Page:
Paris is very beautiful this fall. It was a fine place to be quite young in and it is a necessary part of a man's education. We all loved it once and we lie if we say we didn't. But she is like a mistress who does not grow old and she has other lovers now. She was old to start with but we did not know it then. We thought she was just older than we were, and that was attractive then. So when we did not love her any more we held it against her. But that was wrong because she is always the same age and she always has new lovers.
Originally published in 1995, this book gathers together eleven full-length essays on important American short story sequences of the twentieth century. The introduction by J. Gerald Kennedy elucidates problems of defining the genre, cites notable instances of the form (such as Sherwood Anderson's Winesburg, Ohio), and explores the implications of its modern emergence and popularity. Subsequent essays discuss illustrative works by such figures as Henry James, Jean Toomer, Ernest Hemingway, Richard Wright, William Faulkner, Eudora Welty, J. D. Salinger, John Cheever, John Updike, Louise Erdrich, and Raymond Carver. While examining distinctive thematic concerns, each essay also considers implications of form and arrangement in the construction of composite fictions that often produce the illusion of a fictive community.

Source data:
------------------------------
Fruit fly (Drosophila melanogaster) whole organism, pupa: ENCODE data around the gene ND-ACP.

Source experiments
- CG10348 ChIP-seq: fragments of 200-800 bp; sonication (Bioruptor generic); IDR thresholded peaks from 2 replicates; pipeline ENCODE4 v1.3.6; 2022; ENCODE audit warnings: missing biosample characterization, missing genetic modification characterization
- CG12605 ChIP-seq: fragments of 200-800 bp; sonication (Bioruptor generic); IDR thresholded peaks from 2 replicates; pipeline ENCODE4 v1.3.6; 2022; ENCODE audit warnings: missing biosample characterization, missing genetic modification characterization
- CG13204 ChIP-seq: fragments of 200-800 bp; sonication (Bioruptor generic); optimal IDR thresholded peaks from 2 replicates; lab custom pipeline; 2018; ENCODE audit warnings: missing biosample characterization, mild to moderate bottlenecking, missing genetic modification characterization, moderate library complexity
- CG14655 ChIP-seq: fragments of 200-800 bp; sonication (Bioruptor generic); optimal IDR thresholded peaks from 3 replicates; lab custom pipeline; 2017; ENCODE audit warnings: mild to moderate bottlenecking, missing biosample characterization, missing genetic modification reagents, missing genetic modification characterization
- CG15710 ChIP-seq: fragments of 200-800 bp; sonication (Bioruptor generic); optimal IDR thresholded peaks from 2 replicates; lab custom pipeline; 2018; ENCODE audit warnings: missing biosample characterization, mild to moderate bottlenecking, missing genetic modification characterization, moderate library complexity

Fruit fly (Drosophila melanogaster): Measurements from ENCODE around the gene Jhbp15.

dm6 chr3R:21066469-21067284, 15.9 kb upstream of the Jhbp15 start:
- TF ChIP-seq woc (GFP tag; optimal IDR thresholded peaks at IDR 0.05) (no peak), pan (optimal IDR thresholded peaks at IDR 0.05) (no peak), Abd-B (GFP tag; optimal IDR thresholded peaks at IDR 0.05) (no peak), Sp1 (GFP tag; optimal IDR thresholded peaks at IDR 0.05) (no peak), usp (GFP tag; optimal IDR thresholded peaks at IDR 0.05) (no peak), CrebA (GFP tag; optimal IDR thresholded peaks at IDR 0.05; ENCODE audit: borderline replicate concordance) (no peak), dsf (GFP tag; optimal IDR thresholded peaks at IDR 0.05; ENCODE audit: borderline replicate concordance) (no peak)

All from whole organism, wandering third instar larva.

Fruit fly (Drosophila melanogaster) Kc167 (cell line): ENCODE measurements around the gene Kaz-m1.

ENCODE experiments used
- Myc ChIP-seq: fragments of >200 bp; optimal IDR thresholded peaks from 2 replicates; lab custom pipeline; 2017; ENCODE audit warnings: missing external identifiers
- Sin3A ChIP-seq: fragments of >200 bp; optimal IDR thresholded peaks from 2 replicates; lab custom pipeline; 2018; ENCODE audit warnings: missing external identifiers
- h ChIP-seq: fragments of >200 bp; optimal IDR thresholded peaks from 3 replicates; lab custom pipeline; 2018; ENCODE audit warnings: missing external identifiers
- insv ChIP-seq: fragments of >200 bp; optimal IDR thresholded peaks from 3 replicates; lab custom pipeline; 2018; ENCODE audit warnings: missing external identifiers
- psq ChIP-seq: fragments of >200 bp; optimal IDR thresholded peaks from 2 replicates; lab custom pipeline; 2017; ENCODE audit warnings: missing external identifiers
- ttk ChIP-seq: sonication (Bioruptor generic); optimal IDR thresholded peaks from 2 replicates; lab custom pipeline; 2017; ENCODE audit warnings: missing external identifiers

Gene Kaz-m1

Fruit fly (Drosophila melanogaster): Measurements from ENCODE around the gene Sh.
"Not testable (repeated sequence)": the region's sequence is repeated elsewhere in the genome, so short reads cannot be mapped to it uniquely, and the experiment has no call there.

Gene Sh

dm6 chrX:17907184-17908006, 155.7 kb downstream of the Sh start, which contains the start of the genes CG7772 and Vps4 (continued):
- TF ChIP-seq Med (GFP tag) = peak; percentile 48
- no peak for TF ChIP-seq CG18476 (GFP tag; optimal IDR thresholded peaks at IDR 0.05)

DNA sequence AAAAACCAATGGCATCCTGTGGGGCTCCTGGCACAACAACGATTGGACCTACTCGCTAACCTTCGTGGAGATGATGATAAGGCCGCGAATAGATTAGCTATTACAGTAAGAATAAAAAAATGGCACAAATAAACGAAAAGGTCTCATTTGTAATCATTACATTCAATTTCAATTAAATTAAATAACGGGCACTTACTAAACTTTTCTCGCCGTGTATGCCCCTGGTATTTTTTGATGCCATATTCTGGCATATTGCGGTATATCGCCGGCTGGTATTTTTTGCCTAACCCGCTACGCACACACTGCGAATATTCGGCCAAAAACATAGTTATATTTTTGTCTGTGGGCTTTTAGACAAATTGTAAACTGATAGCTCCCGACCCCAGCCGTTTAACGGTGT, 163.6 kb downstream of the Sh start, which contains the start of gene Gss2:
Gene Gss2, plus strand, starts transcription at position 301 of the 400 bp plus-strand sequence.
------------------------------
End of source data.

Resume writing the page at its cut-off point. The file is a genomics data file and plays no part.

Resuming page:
A literary form at once ancient and avant-garde, the story sequence resists precise definition and occupies an odd, ambiguous place between the short story and the novel. Critics still disagree about what to call it: The genre discussed here as the sequence – to emphasize its progressive unfolding and cumulative effects – has been variously labeled the “short story cycle,” the “short story composite,” and the “rovelle” (a fusion of roman and nouvelle). Although such works as Joyce's Dubliners and Anderson's Winesburg, Ohio epitomize the type and herald a remarkable outpouring of such collections in the twentieth century, the combining of stories to create a linked series dates back from The Thousand and One Arabian Nights to Chaucer and Boccaccio and even further to classical antiquity itself. Yet efforts to trace the history of the form at once confront the stark discontinuity of its development. Lacunae of centuries between identifiable story sequences call into question the very notion of a sustained tradition. Meanwhile inquiries into its poetics raise a number of difficult questions: What features of arrangement and emphasis differentiate the sequence from the miscellaneous collection? What measure of coherence must a volume of stories possess to form a sequence? In the twentieth century, what distinguishes a connected set of stories from the multifaceted modern novel? Such questions suggest the complications that beset our understanding of what the story sequence is and how it works.